FBI, CISA warn of AndroxGh0st botnet for victim identification and exploitation

Pierluigi Paganini January 17, 2024

U.S. CISA and the FBI warned of AndroxGh0st malware used to create a botnet for victim identification and exploitation in target networks.

US CISA and the Federal Bureau of Investigation (FBI) released a joint Cybersecurity Advisory (CSA) to warn of AndroxGh0st malware. The malware is spreading to create a botnet for victim identification and exploitation in target networks.

The US agencies are sharing known indicators of compromise (IOCs) and tactics, techniques, and procedures (TTPs) associated with threat actors deploying the Androxgh0st malware.

“Androxgh0st malware establishes a botnet for victim identification and exploitation in vulnerable networks, and targets files that contain confidential information, such as credentials, for various high profile applications.” reads the advisory. “Threat actors deploying Androxgh0st malware have been observed exploiting specific vulnerabilities which could lead to remote code execution”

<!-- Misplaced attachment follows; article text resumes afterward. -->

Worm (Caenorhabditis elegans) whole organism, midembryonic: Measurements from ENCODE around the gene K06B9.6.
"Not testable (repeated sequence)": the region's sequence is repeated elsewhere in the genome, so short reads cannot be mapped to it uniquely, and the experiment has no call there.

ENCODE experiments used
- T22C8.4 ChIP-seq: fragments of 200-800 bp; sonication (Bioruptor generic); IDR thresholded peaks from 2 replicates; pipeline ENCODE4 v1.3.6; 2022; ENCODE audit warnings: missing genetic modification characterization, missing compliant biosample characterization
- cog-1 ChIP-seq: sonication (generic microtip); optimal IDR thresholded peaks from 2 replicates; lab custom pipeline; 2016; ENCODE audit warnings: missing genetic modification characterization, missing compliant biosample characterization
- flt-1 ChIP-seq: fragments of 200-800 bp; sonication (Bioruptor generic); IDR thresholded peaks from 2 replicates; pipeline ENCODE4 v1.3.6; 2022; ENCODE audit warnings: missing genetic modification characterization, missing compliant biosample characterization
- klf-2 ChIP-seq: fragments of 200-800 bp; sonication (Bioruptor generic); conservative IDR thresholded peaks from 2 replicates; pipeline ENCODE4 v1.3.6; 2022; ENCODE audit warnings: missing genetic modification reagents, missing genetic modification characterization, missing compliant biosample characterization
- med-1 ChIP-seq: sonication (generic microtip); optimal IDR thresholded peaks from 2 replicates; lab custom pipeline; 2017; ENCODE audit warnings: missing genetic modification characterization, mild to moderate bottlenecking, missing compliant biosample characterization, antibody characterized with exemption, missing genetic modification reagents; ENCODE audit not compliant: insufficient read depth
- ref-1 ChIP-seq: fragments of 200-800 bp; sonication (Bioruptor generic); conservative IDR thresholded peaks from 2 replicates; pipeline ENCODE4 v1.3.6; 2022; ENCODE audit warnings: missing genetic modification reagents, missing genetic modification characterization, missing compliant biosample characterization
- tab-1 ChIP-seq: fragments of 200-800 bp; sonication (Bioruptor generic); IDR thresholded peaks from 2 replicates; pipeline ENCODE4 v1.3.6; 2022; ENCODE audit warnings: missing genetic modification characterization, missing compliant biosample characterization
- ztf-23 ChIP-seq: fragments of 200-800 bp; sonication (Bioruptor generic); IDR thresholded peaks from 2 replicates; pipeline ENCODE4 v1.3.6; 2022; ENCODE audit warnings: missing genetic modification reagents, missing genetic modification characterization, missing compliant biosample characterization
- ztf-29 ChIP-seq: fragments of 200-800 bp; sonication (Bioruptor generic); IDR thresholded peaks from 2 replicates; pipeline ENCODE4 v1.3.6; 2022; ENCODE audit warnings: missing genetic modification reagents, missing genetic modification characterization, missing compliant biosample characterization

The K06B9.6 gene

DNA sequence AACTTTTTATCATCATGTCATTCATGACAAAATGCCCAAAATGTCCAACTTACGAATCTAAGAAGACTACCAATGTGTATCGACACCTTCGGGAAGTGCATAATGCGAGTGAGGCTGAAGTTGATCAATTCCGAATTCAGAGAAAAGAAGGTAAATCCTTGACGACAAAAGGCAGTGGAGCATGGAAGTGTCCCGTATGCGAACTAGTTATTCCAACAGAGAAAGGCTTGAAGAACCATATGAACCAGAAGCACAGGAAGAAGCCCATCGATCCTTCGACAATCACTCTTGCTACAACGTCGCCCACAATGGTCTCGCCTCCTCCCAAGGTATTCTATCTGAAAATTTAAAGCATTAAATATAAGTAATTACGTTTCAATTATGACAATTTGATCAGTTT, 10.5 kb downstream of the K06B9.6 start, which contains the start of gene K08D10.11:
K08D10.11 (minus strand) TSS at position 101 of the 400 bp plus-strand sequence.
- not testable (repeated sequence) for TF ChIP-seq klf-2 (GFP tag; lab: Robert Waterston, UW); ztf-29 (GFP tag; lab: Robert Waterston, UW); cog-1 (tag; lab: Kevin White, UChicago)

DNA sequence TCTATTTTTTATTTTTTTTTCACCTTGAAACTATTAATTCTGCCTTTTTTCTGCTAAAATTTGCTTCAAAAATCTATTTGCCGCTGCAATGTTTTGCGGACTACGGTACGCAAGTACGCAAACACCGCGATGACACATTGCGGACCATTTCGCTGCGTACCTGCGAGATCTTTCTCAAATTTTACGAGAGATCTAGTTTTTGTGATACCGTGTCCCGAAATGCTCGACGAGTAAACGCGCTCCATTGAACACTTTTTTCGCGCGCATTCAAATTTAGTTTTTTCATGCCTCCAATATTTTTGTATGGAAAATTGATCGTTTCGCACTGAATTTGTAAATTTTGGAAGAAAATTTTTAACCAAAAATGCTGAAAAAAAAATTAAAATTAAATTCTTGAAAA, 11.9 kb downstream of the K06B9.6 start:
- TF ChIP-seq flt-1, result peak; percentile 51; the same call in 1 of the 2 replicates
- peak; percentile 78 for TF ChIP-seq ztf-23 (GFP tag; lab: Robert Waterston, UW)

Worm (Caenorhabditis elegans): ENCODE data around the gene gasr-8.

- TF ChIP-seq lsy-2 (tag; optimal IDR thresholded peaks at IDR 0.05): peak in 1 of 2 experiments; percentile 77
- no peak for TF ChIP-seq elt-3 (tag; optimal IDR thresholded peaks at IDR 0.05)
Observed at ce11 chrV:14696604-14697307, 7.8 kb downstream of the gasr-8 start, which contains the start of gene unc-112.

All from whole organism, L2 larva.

The Python-based malware AndroxGh0st was first spotted in December 2022 by the cybersecurity firm Lacework.

“AndroxGh0st is a “SMTP cracker” which is primarily intended to scan for and parse Laravel application secrets from exposed .env files. Note: Laravel is an open source PHP framework and the Laravel .env file is often targeted for its various configuration data including AWS, SendGrid and Twilio.” reported Lacework.

AndroxGh0st malware

The malware supports multiple features, including scanning, exploitation of exposed credentials and APIs, and even deployment of webshells. The malware allows operators to scan for and parse AWS keys, but it has also the ability to generate keys for brute-force attacks.

According to the joint Cybersecurity Advisory (CSA), threat actors behind the Androxgh0st malware exploit the following vulnerabilities to achieve remote code execution on target systems:

Known Indicators of Compromise Associated with this malware are available here.

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Pierluigi Paganini

(SecurityAffairs – hacking, malware)

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